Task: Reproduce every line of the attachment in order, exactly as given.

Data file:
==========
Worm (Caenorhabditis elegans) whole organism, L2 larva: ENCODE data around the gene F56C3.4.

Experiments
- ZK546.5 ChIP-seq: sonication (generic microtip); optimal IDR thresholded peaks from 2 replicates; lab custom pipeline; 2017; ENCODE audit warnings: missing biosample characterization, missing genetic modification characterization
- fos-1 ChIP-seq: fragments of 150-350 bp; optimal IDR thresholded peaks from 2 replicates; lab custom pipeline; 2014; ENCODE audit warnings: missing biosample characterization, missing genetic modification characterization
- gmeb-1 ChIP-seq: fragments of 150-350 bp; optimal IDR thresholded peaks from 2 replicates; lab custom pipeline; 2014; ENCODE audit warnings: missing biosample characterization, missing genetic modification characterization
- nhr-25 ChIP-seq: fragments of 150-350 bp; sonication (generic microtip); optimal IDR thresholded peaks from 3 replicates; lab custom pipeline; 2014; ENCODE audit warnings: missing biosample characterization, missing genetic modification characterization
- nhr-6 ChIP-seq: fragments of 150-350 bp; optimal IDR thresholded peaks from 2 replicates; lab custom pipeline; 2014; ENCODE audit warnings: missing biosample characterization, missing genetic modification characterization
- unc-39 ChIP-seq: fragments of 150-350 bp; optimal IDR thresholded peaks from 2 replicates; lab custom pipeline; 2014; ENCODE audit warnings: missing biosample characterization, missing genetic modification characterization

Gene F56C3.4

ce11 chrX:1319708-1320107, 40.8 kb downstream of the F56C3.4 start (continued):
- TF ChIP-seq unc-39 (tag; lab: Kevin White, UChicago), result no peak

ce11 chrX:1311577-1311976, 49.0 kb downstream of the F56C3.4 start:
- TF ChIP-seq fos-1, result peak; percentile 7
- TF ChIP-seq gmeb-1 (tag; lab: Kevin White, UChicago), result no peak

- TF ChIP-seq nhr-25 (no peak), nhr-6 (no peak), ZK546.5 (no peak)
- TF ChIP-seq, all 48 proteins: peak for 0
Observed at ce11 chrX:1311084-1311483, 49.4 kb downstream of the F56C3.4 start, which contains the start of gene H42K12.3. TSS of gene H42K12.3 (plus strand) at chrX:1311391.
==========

Worm (Caenorhabditis elegans) whole organism, L2 larva: ENCODE data around the gene F56C3.4.

Experiments
- ZK546.5 ChIP-seq: sonication (generic microtip); optimal IDR thresholded peaks from 2 replicates; lab custom pipeline; 2017; ENCODE audit warnings: missing biosample characterization, missing genetic modification characterization
- fos-1 ChIP-seq: fragments of 150-350 bp; optimal IDR thresholded peaks from 2 replicates; lab custom pipeline; 2014; ENCODE audit warnings: missing biosample characterization, missing genetic modification characterization
- gmeb-1 ChIP-seq: fragments of 150-350 bp; optimal IDR thresholded peaks from 2 replicates; lab custom pipeline; 2014; ENCODE audit warnings: missing biosample characterization, missing genetic modification characterization
- nhr-25 ChIP-seq: fragments of 150-350 bp; sonication (generic microtip); optimal IDR thresholded peaks from 3 replicates; lab custom pipeline; 2014; ENCODE audit warnings: missing biosample characterization, missing genetic modification characterization
- nhr-6 ChIP-seq: fragments of 150-350 bp; optimal IDR thresholded peaks from 2 replicates; lab custom pipeline; 2014; ENCODE audit warnings: missing biosample characterization, missing genetic modification characterization
- unc-39 ChIP-seq: fragments of 150-350 bp; optimal IDR thresholded peaks from 2 replicates; lab custom pipeline; 2014; ENCODE audit warnings: missing biosample characterization, missing genetic modification characterization

Gene F56C3.4

ce11 chrX:1319708-1320107, 40.8 kb downstream of the F56C3.4 start (continued):
- TF ChIP-seq unc-39 (tag; lab: Kevin White, UChicago), result no peak

ce11 chrX:1311577-1311976, 49.0 kb downstream of the F56C3.4 start:
- TF ChIP-seq fos-1, result peak; percentile 7
- TF ChIP-seq gmeb-1 (tag; lab: Kevin White, UChicago), result no peak

- TF ChIP-seq nhr-25 (no peak), nhr-6 (no peak), ZK546.5 (no peak)
- TF ChIP-seq, all 48 proteins: peak for 0
Observed at ce11 chrX:1311084-1311483, 49.4 kb downstream of the F56C3.4 start, which contains the start of gene H42K12.3. TSS of gene H42K12.3 (plus strand) at chrX:1311391.